Columbus starts to see results from anti-neighborhood blight land bank demolition program

Associated Press

Officials in Columbus say they're starting to see results from a land bank program aimed at reducing neighborhood blight.

The city has taken possession of nearly 1,000 properties, most containing homes and condominiums, since it began the program three years ago.

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About half the properties have been sold and about two-thirds of their structures demolished, the Columbus Dispatch reported Thursday ( ).

Columbus Mayor Michael Colman has targeted the elimination of blight, launching a 2012 program to go after vacant and abandoned houses in Columbus neighborhoods through enforcement, demolition, and restoration.

The 431 properties sold by the land bank since 2012 went for $2.2 million, even though they had a taxable value of nearly $17.5 million.

Officials say the properties' values should rise as new owners improve and maintain them.

People buying properties from the land bank are investing in the community, councilwoman Michelle Mills told the paper.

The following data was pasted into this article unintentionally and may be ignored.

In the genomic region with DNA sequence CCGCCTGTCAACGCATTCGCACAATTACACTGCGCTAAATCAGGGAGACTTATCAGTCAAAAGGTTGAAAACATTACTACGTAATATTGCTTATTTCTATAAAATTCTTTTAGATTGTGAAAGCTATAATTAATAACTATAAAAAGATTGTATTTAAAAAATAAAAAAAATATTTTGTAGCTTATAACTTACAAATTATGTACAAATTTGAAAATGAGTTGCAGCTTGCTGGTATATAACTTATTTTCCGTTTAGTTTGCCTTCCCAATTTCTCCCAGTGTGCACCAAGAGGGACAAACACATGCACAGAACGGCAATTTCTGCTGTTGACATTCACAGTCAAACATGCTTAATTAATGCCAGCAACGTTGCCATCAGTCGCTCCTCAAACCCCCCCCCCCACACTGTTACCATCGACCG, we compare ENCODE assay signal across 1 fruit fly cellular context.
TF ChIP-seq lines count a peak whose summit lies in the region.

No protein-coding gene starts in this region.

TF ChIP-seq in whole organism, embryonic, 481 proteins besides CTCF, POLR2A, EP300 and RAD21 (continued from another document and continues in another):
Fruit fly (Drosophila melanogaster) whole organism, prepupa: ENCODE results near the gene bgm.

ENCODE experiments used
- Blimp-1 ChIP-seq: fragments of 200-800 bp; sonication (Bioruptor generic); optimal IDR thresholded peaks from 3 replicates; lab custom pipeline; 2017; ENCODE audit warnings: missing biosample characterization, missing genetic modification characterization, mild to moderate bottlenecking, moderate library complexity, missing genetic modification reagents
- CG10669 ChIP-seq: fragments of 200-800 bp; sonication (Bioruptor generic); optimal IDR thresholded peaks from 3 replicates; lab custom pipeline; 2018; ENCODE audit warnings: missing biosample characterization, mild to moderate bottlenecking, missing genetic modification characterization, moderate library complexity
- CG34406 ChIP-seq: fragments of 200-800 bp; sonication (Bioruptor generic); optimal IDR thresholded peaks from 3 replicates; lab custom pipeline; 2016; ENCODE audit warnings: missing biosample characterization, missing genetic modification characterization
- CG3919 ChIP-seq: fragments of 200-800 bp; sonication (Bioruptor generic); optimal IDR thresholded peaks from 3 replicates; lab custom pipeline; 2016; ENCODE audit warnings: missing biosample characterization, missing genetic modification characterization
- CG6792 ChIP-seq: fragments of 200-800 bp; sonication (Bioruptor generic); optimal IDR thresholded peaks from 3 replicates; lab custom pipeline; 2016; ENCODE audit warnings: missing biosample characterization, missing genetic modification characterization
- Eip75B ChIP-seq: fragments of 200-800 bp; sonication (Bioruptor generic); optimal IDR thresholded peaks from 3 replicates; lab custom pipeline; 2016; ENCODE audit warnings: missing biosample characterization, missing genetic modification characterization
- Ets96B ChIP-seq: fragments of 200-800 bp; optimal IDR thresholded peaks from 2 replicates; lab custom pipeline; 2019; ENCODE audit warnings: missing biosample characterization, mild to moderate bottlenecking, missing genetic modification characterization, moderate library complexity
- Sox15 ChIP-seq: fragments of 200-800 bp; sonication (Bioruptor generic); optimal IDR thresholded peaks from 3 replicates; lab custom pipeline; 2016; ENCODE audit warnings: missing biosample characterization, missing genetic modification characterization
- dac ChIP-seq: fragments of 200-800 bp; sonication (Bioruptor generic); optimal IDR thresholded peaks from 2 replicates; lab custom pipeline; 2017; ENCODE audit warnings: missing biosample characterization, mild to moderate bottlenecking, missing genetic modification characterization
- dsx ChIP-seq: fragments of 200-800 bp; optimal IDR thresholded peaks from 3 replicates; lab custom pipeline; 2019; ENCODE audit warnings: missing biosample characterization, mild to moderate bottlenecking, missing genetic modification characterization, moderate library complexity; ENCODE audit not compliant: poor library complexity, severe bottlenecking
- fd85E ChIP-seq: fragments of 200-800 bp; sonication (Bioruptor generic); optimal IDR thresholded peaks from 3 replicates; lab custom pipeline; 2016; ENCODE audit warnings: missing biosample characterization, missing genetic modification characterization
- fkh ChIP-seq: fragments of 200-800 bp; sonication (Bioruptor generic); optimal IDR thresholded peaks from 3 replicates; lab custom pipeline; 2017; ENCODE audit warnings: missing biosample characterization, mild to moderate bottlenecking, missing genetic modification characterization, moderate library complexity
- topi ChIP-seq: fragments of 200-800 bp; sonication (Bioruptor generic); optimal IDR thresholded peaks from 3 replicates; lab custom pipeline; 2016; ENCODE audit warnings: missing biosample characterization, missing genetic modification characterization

"Planting their feet more firmly in a neighborhood, that's a gain," she said.

Residents don't seem concerned about demolitions, because many rundown houses are crime magnets.

No residents have complained in the city's Linden neighborhood on the north side, said Donna Hicho, executive director of the Greater Linden Development Corp.

The land bank needs to continue to sell properties to people who have the ability to redevelop them, she added.

On the city's west side, resident Margaret Jordan would like to buy the empty land-bank lot next to her property to plant trees and flowers. A burned-out house used to sit there, she said.

"Vacant lots," she said, "are better than vacant houses."


Information from: The Columbus Dispatch,